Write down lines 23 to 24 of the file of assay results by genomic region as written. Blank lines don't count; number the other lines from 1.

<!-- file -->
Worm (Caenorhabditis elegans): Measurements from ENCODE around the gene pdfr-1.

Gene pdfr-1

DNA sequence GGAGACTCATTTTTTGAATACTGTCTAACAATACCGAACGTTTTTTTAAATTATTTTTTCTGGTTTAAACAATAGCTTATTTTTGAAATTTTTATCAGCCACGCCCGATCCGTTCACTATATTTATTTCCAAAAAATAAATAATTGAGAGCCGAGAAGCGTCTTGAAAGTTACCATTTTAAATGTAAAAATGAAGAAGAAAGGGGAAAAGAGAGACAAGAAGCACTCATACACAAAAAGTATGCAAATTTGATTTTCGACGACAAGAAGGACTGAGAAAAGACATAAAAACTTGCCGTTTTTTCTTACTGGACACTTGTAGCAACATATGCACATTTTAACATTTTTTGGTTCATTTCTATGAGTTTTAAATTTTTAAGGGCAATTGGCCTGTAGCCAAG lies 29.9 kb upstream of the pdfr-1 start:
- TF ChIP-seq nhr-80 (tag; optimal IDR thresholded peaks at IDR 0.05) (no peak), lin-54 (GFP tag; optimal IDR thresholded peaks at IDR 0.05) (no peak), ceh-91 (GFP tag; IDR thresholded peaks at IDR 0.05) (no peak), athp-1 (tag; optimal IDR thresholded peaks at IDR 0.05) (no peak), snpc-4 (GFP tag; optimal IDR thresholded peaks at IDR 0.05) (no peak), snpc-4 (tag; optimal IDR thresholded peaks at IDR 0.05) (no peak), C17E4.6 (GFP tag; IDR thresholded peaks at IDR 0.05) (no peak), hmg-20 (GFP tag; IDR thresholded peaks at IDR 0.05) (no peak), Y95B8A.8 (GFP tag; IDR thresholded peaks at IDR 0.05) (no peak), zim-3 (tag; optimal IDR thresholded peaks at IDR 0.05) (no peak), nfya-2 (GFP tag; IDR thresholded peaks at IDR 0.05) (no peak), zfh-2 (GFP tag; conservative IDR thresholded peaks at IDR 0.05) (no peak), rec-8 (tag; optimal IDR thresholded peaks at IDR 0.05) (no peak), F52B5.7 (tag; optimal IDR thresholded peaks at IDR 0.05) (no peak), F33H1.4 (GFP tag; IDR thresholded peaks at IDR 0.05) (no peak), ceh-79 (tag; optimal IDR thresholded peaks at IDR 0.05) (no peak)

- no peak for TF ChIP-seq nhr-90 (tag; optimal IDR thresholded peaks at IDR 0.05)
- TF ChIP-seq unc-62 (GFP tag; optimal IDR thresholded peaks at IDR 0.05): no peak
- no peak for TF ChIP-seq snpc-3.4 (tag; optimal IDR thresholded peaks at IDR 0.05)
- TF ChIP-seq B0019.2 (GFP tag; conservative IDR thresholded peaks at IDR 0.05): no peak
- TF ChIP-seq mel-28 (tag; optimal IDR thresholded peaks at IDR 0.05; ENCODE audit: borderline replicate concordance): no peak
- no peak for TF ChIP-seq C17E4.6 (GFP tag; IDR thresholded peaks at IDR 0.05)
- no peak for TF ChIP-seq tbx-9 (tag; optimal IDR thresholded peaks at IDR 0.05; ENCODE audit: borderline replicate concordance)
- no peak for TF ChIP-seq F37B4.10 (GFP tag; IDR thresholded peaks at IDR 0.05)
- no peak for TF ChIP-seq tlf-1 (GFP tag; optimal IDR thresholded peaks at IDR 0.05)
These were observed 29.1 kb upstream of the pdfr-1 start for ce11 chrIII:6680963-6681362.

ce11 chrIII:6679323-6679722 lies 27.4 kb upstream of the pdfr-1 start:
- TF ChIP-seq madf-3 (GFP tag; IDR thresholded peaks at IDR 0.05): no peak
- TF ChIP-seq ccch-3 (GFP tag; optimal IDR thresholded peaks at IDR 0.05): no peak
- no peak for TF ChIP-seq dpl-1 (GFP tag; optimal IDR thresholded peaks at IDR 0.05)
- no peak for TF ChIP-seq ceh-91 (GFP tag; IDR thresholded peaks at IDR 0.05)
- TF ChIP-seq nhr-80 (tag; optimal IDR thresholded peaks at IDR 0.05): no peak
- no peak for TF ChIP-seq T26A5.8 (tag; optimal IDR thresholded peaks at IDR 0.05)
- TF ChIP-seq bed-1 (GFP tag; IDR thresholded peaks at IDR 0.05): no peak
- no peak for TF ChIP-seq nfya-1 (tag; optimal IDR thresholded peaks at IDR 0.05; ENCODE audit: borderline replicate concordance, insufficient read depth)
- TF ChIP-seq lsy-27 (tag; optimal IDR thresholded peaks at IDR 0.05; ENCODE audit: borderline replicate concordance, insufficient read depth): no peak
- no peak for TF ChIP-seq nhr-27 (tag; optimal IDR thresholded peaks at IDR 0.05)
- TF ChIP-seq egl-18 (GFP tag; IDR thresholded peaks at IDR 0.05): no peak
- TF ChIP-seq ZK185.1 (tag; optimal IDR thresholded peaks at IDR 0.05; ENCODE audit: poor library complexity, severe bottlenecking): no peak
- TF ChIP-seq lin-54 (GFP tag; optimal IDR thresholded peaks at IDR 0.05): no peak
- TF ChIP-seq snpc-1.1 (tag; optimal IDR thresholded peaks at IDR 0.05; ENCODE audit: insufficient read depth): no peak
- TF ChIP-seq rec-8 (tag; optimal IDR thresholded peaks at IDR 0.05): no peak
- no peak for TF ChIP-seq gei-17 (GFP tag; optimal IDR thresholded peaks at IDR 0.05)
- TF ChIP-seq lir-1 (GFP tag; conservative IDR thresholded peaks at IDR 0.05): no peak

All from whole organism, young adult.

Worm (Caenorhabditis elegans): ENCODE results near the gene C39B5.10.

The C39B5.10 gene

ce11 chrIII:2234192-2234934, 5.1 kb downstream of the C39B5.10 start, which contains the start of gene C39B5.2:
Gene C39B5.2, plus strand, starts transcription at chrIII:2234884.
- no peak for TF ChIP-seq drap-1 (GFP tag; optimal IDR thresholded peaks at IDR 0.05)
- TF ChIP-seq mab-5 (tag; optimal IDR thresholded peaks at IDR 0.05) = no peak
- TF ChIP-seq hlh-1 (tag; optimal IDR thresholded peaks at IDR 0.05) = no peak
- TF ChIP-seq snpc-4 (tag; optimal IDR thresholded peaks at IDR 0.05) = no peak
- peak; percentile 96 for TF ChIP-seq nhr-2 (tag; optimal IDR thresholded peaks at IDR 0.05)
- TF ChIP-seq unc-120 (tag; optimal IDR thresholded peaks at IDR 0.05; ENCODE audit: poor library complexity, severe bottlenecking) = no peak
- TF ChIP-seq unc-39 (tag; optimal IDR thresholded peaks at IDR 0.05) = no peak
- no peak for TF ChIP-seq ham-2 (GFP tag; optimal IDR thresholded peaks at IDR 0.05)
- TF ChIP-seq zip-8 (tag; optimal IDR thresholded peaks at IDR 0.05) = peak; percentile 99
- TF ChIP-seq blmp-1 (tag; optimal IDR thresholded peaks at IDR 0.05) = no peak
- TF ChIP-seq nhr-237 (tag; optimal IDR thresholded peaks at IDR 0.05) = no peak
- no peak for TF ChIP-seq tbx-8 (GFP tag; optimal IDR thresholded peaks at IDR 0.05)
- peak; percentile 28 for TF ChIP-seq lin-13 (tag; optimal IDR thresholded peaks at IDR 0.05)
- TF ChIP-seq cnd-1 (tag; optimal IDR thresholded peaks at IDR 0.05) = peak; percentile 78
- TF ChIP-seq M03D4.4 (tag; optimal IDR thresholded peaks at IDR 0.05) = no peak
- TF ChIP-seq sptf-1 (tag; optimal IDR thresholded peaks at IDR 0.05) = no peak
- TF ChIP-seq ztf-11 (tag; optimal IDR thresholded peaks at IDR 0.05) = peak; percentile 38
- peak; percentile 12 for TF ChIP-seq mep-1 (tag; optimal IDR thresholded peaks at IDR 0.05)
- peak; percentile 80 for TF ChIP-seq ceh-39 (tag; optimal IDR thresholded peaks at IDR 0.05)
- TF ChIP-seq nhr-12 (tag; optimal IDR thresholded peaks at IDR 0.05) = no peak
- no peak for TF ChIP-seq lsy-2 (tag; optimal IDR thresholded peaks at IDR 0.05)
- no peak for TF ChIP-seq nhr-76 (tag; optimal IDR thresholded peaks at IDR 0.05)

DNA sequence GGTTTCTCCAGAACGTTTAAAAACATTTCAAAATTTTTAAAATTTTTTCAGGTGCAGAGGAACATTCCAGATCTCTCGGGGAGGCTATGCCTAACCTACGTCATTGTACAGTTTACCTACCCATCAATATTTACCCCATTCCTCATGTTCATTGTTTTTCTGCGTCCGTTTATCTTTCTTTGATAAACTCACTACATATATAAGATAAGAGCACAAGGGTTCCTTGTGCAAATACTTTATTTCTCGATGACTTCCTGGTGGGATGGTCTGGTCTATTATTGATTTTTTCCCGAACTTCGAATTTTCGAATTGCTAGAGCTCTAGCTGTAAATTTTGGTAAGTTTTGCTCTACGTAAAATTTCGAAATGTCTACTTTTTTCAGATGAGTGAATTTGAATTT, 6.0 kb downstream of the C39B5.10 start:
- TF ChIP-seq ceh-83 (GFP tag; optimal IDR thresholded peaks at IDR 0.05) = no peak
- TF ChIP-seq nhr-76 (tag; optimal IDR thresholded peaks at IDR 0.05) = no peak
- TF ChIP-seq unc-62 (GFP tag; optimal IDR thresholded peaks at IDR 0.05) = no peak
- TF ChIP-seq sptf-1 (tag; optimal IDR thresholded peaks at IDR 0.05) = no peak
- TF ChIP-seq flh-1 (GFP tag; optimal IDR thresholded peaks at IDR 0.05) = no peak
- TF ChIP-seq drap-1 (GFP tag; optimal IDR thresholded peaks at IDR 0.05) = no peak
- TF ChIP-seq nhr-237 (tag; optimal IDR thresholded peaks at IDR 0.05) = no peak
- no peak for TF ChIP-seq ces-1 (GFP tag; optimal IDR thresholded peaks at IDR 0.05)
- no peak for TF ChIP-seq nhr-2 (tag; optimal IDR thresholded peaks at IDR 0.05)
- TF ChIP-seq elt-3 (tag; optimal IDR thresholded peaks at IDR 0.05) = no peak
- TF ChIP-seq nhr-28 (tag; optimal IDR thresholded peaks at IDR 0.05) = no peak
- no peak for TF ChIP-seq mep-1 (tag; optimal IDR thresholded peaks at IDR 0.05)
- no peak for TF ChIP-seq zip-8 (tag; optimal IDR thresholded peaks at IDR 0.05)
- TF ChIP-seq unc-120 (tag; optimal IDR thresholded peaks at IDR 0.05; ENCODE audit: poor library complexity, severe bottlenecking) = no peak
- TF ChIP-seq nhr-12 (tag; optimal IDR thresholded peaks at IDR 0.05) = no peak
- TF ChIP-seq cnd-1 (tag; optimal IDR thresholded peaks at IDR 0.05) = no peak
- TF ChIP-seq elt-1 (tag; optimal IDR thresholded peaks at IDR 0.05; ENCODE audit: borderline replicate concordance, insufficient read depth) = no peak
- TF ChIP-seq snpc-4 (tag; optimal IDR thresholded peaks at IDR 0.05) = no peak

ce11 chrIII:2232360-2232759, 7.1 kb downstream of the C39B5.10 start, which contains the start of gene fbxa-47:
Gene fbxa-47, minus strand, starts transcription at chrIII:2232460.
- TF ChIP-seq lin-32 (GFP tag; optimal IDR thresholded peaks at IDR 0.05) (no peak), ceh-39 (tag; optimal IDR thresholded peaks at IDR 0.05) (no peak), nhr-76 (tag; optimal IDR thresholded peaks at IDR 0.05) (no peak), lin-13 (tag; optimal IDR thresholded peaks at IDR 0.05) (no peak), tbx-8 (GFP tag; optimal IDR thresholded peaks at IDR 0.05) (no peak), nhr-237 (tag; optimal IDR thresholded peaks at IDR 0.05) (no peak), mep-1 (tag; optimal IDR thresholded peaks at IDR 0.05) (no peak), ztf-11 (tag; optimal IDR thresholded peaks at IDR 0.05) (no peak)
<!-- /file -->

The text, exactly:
- no peak for TF ChIP-seq nfya-1 (tag; optimal IDR thresholded peaks at IDR 0.05; ENCODE audit: borderline replicate concordance, insufficient read depth)
- TF ChIP-seq lsy-27 (tag; optimal IDR thresholded peaks at IDR 0.05; ENCODE audit: borderline replicate concordance, insufficient read depth): no peak